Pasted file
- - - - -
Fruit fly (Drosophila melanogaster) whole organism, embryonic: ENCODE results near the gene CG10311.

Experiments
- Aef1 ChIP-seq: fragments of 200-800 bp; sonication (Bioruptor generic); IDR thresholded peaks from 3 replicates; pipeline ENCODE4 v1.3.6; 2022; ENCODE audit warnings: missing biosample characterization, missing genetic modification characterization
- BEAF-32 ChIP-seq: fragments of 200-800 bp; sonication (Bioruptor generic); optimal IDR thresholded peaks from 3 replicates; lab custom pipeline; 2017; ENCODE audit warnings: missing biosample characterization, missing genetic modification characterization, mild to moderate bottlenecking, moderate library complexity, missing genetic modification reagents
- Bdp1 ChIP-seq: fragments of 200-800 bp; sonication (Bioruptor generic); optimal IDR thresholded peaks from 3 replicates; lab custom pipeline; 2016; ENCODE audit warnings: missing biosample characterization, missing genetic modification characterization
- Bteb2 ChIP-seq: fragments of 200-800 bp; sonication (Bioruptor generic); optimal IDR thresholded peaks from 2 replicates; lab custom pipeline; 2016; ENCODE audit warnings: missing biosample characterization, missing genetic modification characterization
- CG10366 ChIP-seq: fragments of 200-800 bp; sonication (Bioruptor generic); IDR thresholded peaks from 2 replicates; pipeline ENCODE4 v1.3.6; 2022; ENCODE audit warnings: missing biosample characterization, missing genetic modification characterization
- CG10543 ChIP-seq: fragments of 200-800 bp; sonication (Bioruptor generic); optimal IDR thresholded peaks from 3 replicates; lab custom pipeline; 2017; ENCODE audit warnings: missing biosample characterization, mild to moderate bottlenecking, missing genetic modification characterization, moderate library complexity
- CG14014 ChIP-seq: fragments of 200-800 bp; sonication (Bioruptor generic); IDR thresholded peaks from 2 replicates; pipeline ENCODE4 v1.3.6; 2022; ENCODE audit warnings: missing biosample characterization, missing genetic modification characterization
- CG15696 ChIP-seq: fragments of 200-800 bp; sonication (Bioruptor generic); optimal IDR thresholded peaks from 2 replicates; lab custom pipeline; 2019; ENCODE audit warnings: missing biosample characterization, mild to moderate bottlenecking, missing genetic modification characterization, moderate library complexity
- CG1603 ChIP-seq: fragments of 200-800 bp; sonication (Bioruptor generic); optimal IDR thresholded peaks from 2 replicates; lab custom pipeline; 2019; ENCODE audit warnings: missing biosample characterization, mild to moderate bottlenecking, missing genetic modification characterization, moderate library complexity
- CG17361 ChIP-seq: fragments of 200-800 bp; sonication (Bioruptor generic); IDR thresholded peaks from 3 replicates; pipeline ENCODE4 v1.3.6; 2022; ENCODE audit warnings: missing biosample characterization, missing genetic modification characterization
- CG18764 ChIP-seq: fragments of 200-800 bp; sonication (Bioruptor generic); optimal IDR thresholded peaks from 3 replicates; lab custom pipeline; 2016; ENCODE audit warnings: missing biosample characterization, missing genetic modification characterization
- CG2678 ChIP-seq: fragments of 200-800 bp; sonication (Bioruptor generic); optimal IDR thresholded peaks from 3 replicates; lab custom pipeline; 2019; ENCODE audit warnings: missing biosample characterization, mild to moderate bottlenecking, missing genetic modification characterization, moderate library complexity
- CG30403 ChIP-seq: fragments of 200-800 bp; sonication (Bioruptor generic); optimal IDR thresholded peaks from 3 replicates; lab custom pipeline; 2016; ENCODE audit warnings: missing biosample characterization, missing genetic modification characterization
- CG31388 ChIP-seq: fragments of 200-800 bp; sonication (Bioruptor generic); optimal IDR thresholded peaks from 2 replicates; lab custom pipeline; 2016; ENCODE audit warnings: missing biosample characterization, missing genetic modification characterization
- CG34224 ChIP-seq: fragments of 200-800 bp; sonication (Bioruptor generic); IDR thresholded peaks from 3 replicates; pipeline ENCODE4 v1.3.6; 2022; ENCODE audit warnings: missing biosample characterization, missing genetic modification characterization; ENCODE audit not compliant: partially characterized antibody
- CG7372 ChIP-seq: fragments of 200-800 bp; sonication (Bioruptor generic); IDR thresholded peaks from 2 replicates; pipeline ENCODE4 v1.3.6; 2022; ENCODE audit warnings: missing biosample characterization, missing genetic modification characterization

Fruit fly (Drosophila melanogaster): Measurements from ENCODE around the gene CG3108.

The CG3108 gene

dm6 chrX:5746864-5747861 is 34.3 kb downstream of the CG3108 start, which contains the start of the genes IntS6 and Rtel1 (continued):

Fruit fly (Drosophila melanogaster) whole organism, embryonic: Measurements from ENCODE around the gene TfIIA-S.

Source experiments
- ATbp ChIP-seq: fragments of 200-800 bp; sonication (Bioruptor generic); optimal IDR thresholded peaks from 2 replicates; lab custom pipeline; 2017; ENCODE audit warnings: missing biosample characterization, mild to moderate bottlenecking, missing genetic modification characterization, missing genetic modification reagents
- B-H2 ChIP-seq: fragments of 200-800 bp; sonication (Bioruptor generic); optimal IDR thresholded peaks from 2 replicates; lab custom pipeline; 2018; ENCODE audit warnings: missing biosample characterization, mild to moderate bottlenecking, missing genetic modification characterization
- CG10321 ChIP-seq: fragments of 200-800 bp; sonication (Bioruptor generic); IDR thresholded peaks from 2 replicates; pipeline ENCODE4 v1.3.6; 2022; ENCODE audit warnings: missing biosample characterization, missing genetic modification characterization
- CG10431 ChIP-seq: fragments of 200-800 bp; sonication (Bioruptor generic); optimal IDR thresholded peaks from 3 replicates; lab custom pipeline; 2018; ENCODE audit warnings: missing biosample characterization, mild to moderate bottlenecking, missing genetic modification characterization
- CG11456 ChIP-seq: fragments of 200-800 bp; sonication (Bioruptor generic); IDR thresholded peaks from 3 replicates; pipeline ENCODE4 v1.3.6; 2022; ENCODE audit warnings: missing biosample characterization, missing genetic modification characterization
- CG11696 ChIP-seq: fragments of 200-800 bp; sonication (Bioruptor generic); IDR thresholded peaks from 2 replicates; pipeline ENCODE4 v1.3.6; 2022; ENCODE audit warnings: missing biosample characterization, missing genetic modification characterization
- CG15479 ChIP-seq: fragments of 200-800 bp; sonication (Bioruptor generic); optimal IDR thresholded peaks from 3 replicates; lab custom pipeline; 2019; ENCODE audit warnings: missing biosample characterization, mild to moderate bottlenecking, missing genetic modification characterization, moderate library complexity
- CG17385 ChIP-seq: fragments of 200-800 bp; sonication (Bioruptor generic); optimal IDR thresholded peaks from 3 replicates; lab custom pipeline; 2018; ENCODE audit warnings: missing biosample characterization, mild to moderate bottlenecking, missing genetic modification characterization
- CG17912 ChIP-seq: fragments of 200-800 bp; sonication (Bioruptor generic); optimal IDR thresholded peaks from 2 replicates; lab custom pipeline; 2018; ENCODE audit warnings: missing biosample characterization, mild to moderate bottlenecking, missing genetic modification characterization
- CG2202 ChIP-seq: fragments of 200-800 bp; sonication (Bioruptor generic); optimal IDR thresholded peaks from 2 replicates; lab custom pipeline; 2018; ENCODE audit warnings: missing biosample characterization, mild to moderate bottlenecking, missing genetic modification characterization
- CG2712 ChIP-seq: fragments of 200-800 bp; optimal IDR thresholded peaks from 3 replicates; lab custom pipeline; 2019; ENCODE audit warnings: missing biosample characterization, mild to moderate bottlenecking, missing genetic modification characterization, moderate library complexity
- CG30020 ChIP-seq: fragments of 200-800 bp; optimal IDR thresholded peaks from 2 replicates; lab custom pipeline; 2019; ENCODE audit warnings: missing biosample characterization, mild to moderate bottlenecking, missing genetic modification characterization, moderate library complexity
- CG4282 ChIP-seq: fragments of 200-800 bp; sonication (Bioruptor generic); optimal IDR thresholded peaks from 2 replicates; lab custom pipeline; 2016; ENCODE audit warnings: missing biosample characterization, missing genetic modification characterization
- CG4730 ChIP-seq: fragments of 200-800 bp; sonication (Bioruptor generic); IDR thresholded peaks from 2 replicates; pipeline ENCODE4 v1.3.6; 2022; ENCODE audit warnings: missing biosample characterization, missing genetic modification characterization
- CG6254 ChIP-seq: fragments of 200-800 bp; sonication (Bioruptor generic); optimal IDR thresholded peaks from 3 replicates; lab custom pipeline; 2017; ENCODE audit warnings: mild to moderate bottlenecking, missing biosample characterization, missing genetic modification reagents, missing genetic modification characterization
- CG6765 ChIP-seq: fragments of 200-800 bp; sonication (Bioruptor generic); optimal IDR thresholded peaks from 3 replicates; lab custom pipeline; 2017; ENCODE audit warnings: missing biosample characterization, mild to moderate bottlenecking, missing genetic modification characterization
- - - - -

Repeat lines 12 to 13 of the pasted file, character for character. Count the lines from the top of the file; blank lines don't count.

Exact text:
- CG17361 ChIP-seq: fragments of 200-800 bp; sonication (Bioruptor generic); IDR thresholded peaks from 3 replicates; pipeline ENCODE4 v1.3.6; 2022; ENCODE audit warnings: missing biosample characterization, missing genetic modification characterization
- CG18764 ChIP-seq: fragments of 200-800 bp; sonication (Bioruptor generic); optimal IDR thresholded peaks from 3 replicates; lab custom pipeline; 2016; ENCODE audit warnings: missing biosample characterization, missing genetic modification characterization